A Guide To Varifocals
With the perfect pair of varifocals, you'll never have to switch up or bring your additional glasses along ever again! You should never have to juggle your glasses just because your eyes can't adjust to distance entirely… consider opting for glasses that do all the hard work for you! Here’s everything you should know about varifocals…
What are Varifocals?
Varifocals, also referred to as progressive lenses, are a type of glasses lens designed to correct multiple vision problems in a single pair of glasses. Unlike traditional bifocal lenses that have a clear distinction between the two prescription in the upper and lower segments, varifocals offer a seamless transition between different prescription strengths. This means you can see clearly at varying distances – whether you're reading, using a computer, or looking into the distance – all without needing to change glasses.
How Do Varifocals Work?
Varifocal lenses are engineered using advanced optics to incorporate a gradual change in prescription strength from the top of the lens to the bottom. The upper part of the lens corrects distance vision, while the lower portion helps with near vision. The middle section of the lens ensures a smooth transition between these two prescription strengths, eliminating the abrupt lines found in traditional bifocals.
The magic lies in the design of the lens surface. A skilled optician takes your prescription and combines it with the desired reading power to create a lens that caters to all your visual needs. This technology allows you to effortlessly shift your gaze to find the optimal focus for any task, whether it's driving, reading a book, or using a smartphone.
Benefits of Varifocals
- Convenience: Varifocals eliminate the need to carry multiple pairs of glasses for different activities. They seamlessly accommodate various vision needs in a single pair, making your daily tasks much more convenient.
- Smooth Transition: Unlike bifocals or trifocals, varifocals offer a smooth transition between prescription strengths. This gradual shift reduces the awkward head tilting required to find the right focus.
- Cosmetic Appeal: Varifocals don't have visible lines on the lenses, which is a significant cosmetic advantage over traditional bifocals. This means your glasses look just like regular glasses, enhancing your overall appearance. They can even make you appear younger as there is no need for reading glasses.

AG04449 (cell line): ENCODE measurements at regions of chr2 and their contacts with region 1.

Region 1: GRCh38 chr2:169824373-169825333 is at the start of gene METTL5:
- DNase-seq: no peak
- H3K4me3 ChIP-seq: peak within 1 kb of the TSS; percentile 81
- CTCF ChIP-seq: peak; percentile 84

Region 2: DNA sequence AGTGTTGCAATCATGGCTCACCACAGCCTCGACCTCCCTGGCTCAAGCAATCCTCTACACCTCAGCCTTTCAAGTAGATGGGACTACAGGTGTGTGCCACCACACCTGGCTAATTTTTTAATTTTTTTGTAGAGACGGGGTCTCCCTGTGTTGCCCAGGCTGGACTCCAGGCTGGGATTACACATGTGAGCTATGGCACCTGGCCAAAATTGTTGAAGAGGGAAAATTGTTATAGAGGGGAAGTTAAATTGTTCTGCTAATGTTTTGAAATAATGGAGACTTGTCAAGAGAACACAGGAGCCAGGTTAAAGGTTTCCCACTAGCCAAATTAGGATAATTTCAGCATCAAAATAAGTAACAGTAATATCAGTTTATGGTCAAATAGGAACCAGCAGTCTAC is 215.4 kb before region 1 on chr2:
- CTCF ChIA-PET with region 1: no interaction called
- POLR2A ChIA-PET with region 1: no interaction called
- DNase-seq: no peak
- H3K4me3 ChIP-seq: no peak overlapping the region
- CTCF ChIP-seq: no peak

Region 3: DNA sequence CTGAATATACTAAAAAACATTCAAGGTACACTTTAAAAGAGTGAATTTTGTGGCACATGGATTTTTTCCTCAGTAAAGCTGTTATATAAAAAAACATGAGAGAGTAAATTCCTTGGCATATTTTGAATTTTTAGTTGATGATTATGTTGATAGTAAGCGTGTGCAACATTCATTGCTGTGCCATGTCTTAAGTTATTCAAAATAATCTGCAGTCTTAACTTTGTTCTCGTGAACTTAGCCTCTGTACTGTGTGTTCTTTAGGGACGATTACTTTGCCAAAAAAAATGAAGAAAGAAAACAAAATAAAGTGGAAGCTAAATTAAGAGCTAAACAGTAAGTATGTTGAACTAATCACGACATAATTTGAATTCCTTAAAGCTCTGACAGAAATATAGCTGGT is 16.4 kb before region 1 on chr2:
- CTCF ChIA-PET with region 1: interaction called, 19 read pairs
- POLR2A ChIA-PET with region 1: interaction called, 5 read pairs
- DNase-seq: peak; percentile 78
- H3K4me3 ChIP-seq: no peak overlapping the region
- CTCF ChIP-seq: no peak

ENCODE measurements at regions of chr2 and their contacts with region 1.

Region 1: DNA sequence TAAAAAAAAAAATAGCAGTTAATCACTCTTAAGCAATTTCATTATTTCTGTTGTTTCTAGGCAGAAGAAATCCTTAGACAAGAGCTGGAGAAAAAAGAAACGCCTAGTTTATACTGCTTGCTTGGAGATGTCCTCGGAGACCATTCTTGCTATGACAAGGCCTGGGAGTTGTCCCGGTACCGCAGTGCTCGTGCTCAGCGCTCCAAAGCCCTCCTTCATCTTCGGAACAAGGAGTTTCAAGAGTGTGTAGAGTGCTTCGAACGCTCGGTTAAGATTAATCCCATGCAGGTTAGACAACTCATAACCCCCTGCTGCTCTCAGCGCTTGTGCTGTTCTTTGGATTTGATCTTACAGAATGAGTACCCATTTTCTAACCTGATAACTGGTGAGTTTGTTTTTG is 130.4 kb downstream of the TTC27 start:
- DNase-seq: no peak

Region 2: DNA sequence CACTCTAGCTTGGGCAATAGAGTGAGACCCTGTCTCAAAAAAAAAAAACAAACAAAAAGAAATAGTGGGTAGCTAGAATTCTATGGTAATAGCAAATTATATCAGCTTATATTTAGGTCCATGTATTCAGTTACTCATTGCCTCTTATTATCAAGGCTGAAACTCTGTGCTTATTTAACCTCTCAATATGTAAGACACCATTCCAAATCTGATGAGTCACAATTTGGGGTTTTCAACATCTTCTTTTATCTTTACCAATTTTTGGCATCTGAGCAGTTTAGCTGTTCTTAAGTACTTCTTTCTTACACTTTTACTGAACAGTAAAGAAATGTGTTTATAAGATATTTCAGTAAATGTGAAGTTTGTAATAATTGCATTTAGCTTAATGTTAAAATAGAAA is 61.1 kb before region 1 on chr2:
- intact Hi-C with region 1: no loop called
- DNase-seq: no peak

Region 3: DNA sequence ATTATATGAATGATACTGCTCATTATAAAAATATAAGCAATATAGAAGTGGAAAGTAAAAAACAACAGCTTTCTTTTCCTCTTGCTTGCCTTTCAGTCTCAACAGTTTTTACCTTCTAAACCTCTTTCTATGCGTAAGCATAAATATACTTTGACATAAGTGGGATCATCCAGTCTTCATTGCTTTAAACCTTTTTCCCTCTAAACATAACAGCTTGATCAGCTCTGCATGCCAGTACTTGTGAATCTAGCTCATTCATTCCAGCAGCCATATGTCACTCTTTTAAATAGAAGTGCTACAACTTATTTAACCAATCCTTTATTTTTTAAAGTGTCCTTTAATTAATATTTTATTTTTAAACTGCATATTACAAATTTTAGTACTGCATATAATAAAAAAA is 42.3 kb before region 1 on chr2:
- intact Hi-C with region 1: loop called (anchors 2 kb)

- Versatility: Whether you're working on a computer, reading, cooking, or simply enjoying the scenery, varifocals provide clear vision across all distances, giving you the freedom to tackle any task without visual discomfort.
Disadvantages of Varifocals
- Adaptation: While it might take a little time to adjust to varifocals, most people find the adaptation period relatively short. Your brain quickly learns to instinctively adjust your gaze to the right part of the lens for the task at hand.
- Not recommended for people who suffer from dizziness or balance issues such as vertigo, as they can increase these sensations
Choosing the Right Varifocals
It's important to consult with an experienced optometrist who will take precise measurements, and customise the lenses to your individual prescription and visual requirements. Varifocal lenses can be personalised to your lifestyle, ensuring that they provide optimal vision whether you spend a lot of time on the computer, engage in outdoor activities or perform a lot of work that is close too.
Caring for Varifocals
It's essential to properly care for your varifocal lenses. You should avoid exposing varifocal lenses to extreme temperatures, as this can affect the lens coatings and overall performance, it is also advised to clean your lenses regularly using a microfiber cloth to avoid smudges and scratches and store your glasses in a protective case when you're not wearing them to prevent accidental damage.
If you find yourself squinting more to see things up close, holding a menu etc further away so that you can see clearly, or switching your regular glasses for reading glasses, it maybe time to speak to your optometrist about varifocal lenses, why bother with two pairs of glasses when you can read and drive with the same pair.
Author: John Dreyer Optometrist Bsc(Hons), MCOPTOM, DipCLP
Created: 20 Sep 2023, Last modified: 18 Oct 2023